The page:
Far too often the favorites would be exponentially lower than rightful. The sites would see polls indicating a 3 or 4 point edge and somehow equate that to a football game, where 3 or 4 points equates to 60 or 65% likelihood. As Silver has demonstrated, a 3-4 point edge in politics in the late going is more like a 95+% edge. Many of us knew that all along. It was a gold mine for more than a decade. I really should have taken greater advantage than I did. I still shiver at some of the laughable numbers that were out there, like the 2006 Connecticut senate race where one major site used Joe Lieberman as only a -160 favorite against Ned Lamont in the general election. That price literally should have been -2000 or greater. Lamont won the Democratic primary narrowly over Lieberman but that had no relationship to the demographics in a general election, where independents and Republicans would favor Lieberman heavily. The GOP nominee was a token joke, guaranteed not to get many votes. My Excel model had Lieberman by 10, and that's roughly where it ended up. I guarantee the perspective of that race, and therefore the betting odds, would have been dramatically different if Nate Silver had been up and running at the time.
I started betting politics in the early '90s and won a 16-man betting pool in 1996, using primitive versions of some of the same concepts Silver is using. I had a PAN (Partisan Adjustment Number) for every state. That gave me a big leg up on my competitors. Quickly I became in tune with every state in terms of the partisan realities, like the percentage of self-identified liberals and conservatives in each state. That's a huge untapped variable, IMO, one that Silver himself does not allow enough weight. The self-identify number is more rigid and meaningful than Party ID. Once my parents' health declined about 5 years ago I stopped devoting much time to the political models, and I rarely post on political sites anymore, but it is fun to follow a little bit leading to election day.
Silver's followers on the original 538.com site got a bit annoyed with me in fall 2008 when I corrected a blatant error Silver made in one of his threads. He couldn't figure out why Obama's odds were so low on Intrade. It was clearly driving him nuts because he expected his percentage to align with the market odds, the so-called wisdom of the crowd. I was commenting regularly on Mark Blumenthal's great low traffic site Pollster.com at the time. There were only a couple dozen comments under those Pollster threads, despite the awesome content Blumenthal was providing. I mentioned that Intrade was notorious for scalping, in other words people betting both sides to guarantee a profit. Take 60 and give 40, that type of thing. Silver and Blumenthal are big buddies. Blumenthal was contacting me regularly via email. Silver obviously saw that "scalp" comment because immediately he wrote a long article on 538 saying the Intrade mystery had been solved, that it was arbitrage wagering. That's the British term for scalping, i.e. manipulation to guarantee a profit. Turning the bookie edge on your side. The problem was, Silver's lead example was very poor, in fact ignorant. He emphasized that it was like betting both sides of a football game with no risk, taking 6 points on one side and giving 3. Something like that. The numbers he used might not have been exact. Silver was spotlighting the wrong type of wager. There's no risk in scalping a money line, like taking +250 and giving -200. But there certainly is risk in giving -3 -110 and taking +6 -110. You're going to lose the vigorish unless it hits the range of 3 and 6. Trust me, I've been juiced out in short term samples while playing middle. You might have 40 or 50 in a row fail to fall. Anyway, I posted too arrogantly on Blumenthal's site and suddenly a bunch of Silver worshippers started attacking me, even though my point was 100% valid. Eventually some of them figured it out. These days Blumenthal's site is under the Huffington umbrella and Silver is at New York Times. It made sense for them financially but there's no intimacy or shared knowledge. Silver no longer responds to commenters, nor does Blumenthal. However, Sam Wang does. His site is excellent, and relatively low number of comments. Wang uses some of the same ideas as Silver, heavily invested in state polls.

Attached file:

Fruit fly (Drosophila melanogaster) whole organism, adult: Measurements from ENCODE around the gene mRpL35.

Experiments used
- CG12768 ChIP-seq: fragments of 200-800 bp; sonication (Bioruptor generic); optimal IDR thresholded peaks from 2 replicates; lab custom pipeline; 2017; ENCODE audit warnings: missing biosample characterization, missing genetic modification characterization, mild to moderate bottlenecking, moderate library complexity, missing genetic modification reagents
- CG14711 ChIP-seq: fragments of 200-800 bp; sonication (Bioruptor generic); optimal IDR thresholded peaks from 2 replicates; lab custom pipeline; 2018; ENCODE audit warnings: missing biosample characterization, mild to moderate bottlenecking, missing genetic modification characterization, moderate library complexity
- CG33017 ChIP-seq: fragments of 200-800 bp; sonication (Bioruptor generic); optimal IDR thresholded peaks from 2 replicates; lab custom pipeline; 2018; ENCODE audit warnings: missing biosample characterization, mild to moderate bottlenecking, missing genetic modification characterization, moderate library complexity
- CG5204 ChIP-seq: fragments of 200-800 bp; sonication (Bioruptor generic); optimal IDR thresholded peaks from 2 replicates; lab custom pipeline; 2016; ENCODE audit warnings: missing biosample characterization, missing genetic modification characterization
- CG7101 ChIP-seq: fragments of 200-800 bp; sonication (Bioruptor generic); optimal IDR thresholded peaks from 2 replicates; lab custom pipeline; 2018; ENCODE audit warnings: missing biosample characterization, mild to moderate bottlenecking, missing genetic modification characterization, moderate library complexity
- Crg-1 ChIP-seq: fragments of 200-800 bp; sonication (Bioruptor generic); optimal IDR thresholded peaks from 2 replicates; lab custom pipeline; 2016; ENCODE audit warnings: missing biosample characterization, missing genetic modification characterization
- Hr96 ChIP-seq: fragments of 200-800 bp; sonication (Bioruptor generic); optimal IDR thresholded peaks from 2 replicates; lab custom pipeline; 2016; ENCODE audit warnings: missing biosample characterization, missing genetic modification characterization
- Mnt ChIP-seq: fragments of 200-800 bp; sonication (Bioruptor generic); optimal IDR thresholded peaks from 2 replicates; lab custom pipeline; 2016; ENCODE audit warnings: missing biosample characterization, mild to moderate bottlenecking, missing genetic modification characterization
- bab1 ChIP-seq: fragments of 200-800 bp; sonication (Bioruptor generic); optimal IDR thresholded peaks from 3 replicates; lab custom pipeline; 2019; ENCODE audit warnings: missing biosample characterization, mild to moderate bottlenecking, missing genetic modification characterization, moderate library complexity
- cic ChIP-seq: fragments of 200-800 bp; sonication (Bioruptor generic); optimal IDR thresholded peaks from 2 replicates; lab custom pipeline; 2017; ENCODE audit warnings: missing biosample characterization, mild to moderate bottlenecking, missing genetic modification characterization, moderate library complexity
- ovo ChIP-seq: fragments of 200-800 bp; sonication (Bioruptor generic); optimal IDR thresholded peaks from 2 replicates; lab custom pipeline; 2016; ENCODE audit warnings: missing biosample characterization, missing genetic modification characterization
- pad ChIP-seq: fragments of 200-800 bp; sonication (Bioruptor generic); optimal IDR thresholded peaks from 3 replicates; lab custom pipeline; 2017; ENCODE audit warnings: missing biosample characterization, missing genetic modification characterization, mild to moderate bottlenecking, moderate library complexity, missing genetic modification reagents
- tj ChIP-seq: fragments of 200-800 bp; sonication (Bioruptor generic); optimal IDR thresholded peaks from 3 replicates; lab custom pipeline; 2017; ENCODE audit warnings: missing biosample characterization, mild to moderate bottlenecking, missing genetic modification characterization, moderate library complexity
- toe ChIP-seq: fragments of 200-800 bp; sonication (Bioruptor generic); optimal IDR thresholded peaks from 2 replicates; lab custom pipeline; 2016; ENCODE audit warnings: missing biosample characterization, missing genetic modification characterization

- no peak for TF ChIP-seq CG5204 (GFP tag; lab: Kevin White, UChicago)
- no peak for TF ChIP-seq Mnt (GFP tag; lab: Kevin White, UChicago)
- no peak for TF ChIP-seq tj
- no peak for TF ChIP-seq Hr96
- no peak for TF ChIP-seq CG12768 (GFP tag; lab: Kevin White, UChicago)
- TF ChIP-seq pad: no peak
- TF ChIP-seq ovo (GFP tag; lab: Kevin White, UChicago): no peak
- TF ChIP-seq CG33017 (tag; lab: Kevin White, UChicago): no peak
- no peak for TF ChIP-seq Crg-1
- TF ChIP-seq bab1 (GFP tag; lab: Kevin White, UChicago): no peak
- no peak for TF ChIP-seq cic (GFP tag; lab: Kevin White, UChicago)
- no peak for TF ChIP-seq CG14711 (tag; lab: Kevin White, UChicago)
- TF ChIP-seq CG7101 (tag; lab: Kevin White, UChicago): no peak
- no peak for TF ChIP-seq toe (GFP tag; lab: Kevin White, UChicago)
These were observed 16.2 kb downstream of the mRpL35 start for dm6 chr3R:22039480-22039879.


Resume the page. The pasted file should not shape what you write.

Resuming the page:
I honestly never heard of the guy before he moved into political forcasting, but he definitely caught my attention with his 2008 predictions. So as a betting man, would you say he has influenced the betting lines on elections? I mean, since he's gone public, people could just piggy back on Nate Silvers work and dilute the payouts right?